41794007As predicted, Hilary Mantel’s historical novel Wolf Hall won Britain’s prestigious Man Booker Prize, it was announced today at an awards dinner in London. The book, which will be published in the U.S. on Oct. 13 by Henry Holt, is a sympathetic portrait of Henry VIII’s chief minister Thomas Cromwell, a Tudor-era figure who is often portrayed as less than heroic (most notably in Robert Bolt’s 1961 play about Thomas More, A Man for All Seasons). “Hilary Mantel has given us a thoroughly modern novel set in the 16th century,” said James Naughtie, chair of the judges for the Man Booker. “Wolf Hall has a vast narrative sweep that gleams on every page with luminous and mesmerising detail.” Mantel, a first-time Man Booker winner, collects £50,000 for the prize, along with the promise of a major sales boost. She reportedly spent five years writing the novel, and is now at work on a sequel. The only downside for Mantel: Adaptation of her book as a Showtime series seems highly unlikely.

Sarah Palin's new memoir: Gosh, that subtitle sounds familiar

going-rogue_lThere’s much about the career of Sarah Palin that is unique. The hockey mom in lipstick has fashioned herself as a maverick since sashaying onto the national political stage last year as John McCain’s running mate. More recently, the former Alaska governor and would-be G.O.P. standard-bearer has defied expectations by turning in her memoir just four months after her book deal was announced —  HarperCollins is rushing Going Rogue into stores Nov. 17. (Some credit for that accomplishment goes to the pol’s quick-typing co-author, Lynn Vincent.)

But there’s at least one aspect of Palin’s opus that seems familiar…perhaps too familiar. And that’s the subtitle: An American Life. Astute history buffs will remember that that was the subtitle of Ronald Reagan’s best-selling 1990 memoir, of course. But in recent years, the three-word phrase has been the default setting for biographies of a host of people who share only the same geographic accident of birth. I tracked down at least 20 examples, many of whose dust jackets appear below.

Some come attached to bios of great figures in history (Benjamin Franklin, Martha Washington, and Daniel Boone). Others accompany individuals who made a noteworthy contribution to their chosen fields (banker Andrew Mellon, filmmaker D.W. Griffith, and pediatrician Dr. Spock). But when your subtitle is shared by books on actor Burt Lancaster, golfer Ben Hogan, and Grateful Dead frontman Jerry Garcia — as well as Garcia’s chosen instrument, the guitar — well, let’s just say your book title begins to look a whole lot less mavericky.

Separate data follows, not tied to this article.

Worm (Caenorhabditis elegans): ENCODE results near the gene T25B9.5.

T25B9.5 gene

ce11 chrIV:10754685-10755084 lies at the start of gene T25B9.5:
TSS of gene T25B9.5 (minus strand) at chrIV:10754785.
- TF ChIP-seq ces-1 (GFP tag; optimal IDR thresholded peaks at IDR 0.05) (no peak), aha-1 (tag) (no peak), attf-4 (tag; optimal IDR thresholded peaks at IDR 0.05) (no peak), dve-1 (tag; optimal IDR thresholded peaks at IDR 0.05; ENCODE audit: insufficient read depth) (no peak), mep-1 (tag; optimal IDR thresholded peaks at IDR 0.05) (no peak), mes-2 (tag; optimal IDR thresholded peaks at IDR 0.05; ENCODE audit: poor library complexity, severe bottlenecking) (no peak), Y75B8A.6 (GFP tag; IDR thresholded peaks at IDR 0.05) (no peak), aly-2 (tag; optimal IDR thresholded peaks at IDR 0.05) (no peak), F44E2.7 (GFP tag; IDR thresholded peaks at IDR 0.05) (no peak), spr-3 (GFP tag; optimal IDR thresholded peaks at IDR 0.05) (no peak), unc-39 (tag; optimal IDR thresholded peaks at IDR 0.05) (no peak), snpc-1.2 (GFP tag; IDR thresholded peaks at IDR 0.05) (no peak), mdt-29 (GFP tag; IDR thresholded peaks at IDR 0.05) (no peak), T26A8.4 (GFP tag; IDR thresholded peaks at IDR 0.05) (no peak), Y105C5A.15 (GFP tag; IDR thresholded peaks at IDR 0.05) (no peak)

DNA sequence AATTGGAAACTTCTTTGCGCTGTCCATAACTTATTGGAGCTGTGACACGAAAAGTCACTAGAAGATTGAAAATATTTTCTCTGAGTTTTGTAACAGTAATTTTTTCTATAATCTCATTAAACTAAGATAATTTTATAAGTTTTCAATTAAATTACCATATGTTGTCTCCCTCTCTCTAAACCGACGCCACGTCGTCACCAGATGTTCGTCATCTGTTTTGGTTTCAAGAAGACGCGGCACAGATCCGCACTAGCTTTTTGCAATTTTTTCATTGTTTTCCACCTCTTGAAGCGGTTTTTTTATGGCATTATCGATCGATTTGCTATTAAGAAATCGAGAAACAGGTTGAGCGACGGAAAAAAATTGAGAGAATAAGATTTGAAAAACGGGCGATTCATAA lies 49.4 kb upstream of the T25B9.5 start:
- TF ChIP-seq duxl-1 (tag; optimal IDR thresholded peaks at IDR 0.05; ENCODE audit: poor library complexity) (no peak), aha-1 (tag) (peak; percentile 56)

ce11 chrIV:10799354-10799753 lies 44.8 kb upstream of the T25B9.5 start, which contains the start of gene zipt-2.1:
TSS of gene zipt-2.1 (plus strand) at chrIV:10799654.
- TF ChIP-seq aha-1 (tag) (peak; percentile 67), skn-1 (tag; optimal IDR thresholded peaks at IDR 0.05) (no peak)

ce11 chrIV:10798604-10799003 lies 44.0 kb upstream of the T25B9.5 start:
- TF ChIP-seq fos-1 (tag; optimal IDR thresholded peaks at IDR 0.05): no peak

'A New Literary History of America': As big and good as the country itself


The huge, welcoming, exciting, just-published volume A New Literary History of America is a book with which to spend entire days and the rest of your life. It’s a collection of over 200 original short essays that range, as the editors, Greil Marcus and Werner Sollors write in their introduction, “from the first appearance of ‘America’ on a map to Jimi Hendrix’s rewrite of the national anthem,” from the founding of the nation up through Hurricane Katrina and the election of Barack Obama.

There are essays here on the Salem witch trials and on Tarzan; on the founding of the Hudson River School of painting and the founding of Alcoholics Anonymous; on The Book of Mormon and The Catcher In The Rye. The essays are written by well-known names (Jonathan Letham, Sarah Vowell, Richard Schickel, Gish Jen) and less famous but no less revelatory writers (I direct you immediately to Stephen Burt’s essays on poetry and to Dave Hickey’s acute “The Song in Country Music”). Where else are you going to read Camille Paglia on Tennessee Williams, Mary Gaitskill on Norman Mailer, and Walter Mosley on the hardboiled detective novel? Don’t you want to do that right now?

Much as he did as a writer in his discography for the 1979 anthology Stranded: Rock and Roll for a Desert Island — choosing and elaborating upon key recordings in a way that cohered as a history of rock music — so, as an editor here, Marcus has placed in chronological order other writers’ interpretations of key moments in American history, and ended up with a surprisingly complete yet completely surprising view of our nation’s progress. And its mistakes, its sins, its grand follies; its most fervent dreams, and its most livid realities.

Talk about an all-American value: You could read this 1,000-plus-page book forever and never use up its revelations and its pleasures.